In practice, I have dishonored myself.

Read the rest of this entry »

, , , .

47 Comments »

Is Deus Ex Still The Best Game Ever?
Part Three: Wrongfully Accused

By John Walker on April 16th, 2015.

As my re-exploration of Deus Ex continues, I find my memories clashing with the reality of the game, as I try to establish if it’s still the Best Game Ever™. You can read the whole saga here. It’s accusing me of crimes I didn’t commit, an in turn, I start committing some crimes.

Read the rest of this entry »

, , , , , , , , , , .

89 Comments »

Is Deus Ex Still The Best Game Ever?
Part Two: Struggles, Buggles and Reading Huggles

By John Walker on April 15th, 2015.

Here continues my attempt to discover if Deus Ex really is the best game ever, like my brain thinks. Part One is here. Today I yet again struggle to get the game working, then struggle to work within the game. But cheer myself up reading some newspapers.

Read the rest of this entry »

, , , , , , , , , , .

158 Comments »

Cardboard Children: Star Wars – Imperial Assault Expansions

By Robert Florence on April 14th, 2015.

Hello youse.

You might remember my review of the skirmish game for Imperial Assault. If you don’t, you can read it right now by simply pushing your finger down on the button on your mouse while pointing the arrow on your screen at this link.

I want to revisit the game now, one month later, because I’ve been digging much deeper into the skirmish game, and I have gone ALL IN with every expansion. Yeah, like, I bought everything. I went all in, just for you! Well, and me. For me too.

Read the rest of this entry »

, , , , , .

13 Comments »

Hands On: StarCraft II – Legacy Of The Void

By Rob Zacny on April 14th, 2015.

I am, and always will be, ambivalent about StarCraft 2 [official site]. It is a game I can barely play at the best of times, where my greatest exertions will raise me to the barest level of competence. It is the eSport I fell in love with, the competitive game I still get the most excited about during long, lazy weekends at home. It is a game I admire, but will never master.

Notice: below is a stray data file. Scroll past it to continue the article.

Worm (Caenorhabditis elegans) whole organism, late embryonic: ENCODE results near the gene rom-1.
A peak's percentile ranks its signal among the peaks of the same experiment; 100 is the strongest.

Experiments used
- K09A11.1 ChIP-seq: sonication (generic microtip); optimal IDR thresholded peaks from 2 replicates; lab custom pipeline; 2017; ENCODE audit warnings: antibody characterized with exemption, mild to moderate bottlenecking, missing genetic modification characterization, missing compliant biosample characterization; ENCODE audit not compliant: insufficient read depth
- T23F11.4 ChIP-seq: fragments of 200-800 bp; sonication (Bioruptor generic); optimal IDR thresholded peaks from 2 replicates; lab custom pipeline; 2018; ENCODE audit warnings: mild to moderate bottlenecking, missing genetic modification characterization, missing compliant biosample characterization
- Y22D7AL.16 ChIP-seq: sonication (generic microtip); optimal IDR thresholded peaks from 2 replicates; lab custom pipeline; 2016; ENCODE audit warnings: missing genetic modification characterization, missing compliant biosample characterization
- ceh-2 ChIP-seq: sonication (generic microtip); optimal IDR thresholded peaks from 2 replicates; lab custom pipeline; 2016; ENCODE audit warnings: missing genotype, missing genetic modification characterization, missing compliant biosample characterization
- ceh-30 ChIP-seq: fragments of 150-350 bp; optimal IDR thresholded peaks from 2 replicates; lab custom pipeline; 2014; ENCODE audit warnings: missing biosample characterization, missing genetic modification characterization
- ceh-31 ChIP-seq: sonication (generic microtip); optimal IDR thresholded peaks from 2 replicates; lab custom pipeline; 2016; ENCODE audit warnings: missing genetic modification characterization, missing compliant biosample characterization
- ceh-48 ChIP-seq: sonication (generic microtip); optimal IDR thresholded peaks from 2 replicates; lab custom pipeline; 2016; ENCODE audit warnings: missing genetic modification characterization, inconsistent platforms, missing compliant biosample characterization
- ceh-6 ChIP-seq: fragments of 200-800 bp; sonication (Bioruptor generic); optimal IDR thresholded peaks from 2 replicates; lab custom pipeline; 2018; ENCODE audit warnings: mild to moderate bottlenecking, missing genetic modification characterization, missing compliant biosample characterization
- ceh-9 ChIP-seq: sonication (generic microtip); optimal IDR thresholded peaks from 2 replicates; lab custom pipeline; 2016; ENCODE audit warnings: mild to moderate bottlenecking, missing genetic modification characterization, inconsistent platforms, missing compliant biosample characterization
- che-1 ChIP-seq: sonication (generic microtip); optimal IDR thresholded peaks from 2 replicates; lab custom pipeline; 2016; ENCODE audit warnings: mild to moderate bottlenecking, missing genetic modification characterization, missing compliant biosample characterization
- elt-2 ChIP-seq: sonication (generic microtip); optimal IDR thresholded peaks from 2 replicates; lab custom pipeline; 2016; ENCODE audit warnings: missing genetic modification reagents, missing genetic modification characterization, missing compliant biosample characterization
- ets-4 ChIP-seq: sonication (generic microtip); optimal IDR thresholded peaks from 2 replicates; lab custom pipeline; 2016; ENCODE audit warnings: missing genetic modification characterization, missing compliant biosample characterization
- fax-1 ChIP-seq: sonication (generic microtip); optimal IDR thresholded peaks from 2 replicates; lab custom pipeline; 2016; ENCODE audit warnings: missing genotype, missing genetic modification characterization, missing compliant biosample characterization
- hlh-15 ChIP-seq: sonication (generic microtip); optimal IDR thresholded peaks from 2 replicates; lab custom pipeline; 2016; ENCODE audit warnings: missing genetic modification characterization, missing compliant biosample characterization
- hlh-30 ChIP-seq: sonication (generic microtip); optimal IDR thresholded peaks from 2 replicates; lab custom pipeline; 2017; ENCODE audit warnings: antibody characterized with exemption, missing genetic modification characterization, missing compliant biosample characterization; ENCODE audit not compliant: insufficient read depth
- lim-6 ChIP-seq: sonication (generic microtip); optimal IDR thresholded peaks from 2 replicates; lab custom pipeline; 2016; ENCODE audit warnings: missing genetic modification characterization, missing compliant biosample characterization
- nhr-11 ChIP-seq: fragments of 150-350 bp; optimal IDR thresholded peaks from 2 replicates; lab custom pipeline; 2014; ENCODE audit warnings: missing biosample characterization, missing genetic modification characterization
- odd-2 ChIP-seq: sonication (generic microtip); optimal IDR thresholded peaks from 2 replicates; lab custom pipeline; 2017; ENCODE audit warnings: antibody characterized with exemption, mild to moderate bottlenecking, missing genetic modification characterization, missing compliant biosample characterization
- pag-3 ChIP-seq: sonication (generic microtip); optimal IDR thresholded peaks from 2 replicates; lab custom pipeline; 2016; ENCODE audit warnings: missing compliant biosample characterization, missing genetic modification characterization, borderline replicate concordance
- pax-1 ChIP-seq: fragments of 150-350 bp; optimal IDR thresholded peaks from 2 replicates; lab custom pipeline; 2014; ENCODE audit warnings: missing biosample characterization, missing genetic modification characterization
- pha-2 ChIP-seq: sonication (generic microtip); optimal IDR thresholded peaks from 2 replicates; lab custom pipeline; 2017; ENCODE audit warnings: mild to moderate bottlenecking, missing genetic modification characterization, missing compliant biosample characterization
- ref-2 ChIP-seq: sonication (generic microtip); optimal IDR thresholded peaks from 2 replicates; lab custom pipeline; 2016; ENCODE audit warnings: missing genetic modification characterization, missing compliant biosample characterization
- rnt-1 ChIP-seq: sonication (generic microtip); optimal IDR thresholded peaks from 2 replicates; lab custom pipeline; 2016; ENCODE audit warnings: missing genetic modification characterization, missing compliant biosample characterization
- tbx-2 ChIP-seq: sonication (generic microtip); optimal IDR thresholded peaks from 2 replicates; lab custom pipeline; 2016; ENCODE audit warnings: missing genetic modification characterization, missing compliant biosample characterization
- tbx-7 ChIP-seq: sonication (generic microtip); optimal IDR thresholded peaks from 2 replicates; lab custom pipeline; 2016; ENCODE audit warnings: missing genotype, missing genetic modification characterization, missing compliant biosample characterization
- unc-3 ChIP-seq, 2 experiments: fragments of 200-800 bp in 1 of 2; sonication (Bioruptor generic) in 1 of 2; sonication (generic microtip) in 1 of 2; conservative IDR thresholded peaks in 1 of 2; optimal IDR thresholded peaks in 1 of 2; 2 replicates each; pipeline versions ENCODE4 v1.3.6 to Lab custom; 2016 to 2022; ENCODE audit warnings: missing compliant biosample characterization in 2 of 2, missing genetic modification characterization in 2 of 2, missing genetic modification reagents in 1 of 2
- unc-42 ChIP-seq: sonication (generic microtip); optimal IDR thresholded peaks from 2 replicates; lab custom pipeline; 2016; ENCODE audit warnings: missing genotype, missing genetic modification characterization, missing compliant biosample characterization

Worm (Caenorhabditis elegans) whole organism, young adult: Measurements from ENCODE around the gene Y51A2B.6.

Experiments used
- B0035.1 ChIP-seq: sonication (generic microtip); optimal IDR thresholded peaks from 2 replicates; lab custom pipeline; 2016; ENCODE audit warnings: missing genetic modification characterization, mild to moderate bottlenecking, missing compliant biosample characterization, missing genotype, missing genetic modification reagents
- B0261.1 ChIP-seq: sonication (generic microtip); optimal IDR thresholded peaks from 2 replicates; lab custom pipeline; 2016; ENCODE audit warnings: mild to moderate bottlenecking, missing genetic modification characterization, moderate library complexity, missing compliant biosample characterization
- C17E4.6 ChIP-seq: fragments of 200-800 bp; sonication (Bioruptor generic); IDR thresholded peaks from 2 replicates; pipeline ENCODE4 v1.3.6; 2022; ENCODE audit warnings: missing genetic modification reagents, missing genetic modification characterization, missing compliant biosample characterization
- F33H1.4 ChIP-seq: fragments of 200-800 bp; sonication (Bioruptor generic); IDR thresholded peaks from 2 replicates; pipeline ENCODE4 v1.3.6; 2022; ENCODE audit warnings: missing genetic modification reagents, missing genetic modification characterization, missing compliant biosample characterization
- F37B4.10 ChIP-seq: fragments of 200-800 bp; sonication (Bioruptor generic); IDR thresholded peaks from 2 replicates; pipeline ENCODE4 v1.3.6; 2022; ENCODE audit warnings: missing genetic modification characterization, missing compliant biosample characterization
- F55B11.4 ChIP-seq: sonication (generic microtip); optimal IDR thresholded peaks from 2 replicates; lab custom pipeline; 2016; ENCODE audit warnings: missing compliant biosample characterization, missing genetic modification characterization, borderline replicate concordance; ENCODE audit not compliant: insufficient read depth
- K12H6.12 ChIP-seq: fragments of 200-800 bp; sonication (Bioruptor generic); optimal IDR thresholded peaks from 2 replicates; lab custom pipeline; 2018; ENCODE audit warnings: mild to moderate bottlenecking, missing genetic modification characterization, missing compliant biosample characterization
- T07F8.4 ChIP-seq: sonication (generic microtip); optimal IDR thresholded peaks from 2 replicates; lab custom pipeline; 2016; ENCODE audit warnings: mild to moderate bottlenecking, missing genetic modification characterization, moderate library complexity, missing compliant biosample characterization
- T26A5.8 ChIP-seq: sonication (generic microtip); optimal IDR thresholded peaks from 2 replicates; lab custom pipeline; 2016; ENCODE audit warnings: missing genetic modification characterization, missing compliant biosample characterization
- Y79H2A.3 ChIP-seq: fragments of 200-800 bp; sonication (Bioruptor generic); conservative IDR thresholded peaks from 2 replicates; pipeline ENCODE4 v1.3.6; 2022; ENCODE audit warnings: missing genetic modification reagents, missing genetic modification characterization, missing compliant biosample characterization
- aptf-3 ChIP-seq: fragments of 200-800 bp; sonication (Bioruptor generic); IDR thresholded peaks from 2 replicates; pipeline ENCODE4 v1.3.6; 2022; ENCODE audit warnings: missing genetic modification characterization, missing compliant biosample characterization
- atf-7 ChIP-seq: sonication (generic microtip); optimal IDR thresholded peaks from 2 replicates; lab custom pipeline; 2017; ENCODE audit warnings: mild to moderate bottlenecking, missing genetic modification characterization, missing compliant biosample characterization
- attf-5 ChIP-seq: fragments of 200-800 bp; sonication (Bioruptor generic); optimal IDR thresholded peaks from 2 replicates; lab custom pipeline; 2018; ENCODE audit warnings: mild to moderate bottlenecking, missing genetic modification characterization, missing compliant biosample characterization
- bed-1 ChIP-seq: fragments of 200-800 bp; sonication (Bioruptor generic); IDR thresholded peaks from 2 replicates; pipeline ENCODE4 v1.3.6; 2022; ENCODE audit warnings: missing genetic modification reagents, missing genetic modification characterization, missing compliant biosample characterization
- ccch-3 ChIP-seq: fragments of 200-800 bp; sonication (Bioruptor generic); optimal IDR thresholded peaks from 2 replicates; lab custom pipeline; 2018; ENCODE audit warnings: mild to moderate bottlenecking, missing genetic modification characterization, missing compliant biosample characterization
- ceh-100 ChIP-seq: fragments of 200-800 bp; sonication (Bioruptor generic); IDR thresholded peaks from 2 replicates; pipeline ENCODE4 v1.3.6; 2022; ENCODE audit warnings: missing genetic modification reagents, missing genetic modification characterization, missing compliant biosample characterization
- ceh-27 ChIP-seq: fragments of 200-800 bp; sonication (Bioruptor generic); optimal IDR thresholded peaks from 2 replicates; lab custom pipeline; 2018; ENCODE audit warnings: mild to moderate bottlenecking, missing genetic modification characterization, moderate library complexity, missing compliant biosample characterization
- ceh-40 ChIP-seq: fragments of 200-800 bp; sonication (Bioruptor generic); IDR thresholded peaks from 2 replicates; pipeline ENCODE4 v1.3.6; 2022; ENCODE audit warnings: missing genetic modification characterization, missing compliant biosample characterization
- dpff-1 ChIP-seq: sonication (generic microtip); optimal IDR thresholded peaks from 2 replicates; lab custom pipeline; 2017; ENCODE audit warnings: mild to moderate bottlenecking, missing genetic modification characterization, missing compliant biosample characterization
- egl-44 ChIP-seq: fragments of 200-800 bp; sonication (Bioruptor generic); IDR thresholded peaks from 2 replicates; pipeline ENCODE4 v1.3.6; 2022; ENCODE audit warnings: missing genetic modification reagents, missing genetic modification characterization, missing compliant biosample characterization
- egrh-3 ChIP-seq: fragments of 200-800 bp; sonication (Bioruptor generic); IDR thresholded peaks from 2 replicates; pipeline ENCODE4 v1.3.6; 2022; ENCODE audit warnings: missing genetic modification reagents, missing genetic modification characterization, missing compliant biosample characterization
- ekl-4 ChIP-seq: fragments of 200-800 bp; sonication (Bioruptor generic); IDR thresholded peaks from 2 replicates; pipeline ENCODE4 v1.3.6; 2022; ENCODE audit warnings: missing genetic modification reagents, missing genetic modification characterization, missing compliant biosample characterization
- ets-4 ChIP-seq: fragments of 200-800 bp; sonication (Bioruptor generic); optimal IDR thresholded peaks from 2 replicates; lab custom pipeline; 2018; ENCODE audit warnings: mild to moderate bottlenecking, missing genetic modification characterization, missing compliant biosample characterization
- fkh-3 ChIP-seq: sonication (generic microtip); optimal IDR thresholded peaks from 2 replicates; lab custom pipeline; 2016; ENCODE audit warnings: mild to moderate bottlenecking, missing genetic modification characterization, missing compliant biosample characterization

Yet hope springs eternal. Maybe with Legacy of the Void, StarCraft 2 can finally become what I want it to be. Maybe this time it can be everything.

Read the rest of this entry »

, , , , , , .

44 Comments »

A Cities Skylines Succession Diary Part 3 – Firefighting

By Alec Meer on April 14th, 2015.

The penultimate part of a series in which three players take it in turns to manage and build up one Cities: Skylines settlement, passing the savefile onto the next person whenever the city levels up. Joining me in this endeavour are Jonathan Shipley and Dan Corns.

This time: roads, garbage truck gridlock, smell refutation and New New Dansville.
Read the rest of this entry »

, , , , .

15 Comments »

Hands On: Killing Floor 2

By Rich Stanton on April 14th, 2015.

It has been a decade since the original Killing Floor mod for Unreal Tournament, which was released in much-improved standalone form in 2009. It’s one of those games that quickly turns some people off: the visuals were a bit shonky, it was essentially built on repetition, and the less said about the Dick van Dyke voice-acting the better. But for devotees, Killing Floor is one of those games that stealthily racks up several hundred hours on Steam and swiftly becomes a fixture among like-minded mates, a precision blastathon where the repetition is the whole point.

You got better; the game got deadlier. And Killing Floor 2 [official site] is as straightforward a reload as you’re ever likely to see.

Read the rest of this entry »

, , , , , .

20 Comments »

Premature Evaluation: Eastside Hockey Manager

By Emily Gera on April 13th, 2015.

As a citizen of Canada, it’s safe to say Paul Newman’s Slap Shot is the single greatest hockey movie of all time.

This is a film so mired in obscurity it’s not even possible to illegally torrent like its thematic cousin The Mighty Ducks, so allow me lay the scene for you instead. Slap Shot is perhaps Newman’s finest work: a comedy from the ’70s about a crappy mill-town hockey team who, after years of crumby results, decides to let their latest acquisitions, three brothers – depicted with glorious thug-moron precision – finally play. The brothers’ savage style of hockey reinvigorates their fanbase and the team is retooled using violence to draw in big crowds.

It’s a wonderful lesson for everyone: Embrace your talents, however impractical, illegal or violent they may be. This is the kind of meat-and-potatoes advice that helped turn Slap Shot into an honourary Canadian sports film and a favourite among the demographic of retirees who like anything vaguely nationalistic, all despite being filmed in Pennsylvania and havinng no Canadian actors.

But it’s a lesson you should follow to a T when playing Sports Interactive’s recently revived Eastside Hockey Manager.

Read the rest of this entry »

, , , , , .

30 Comments »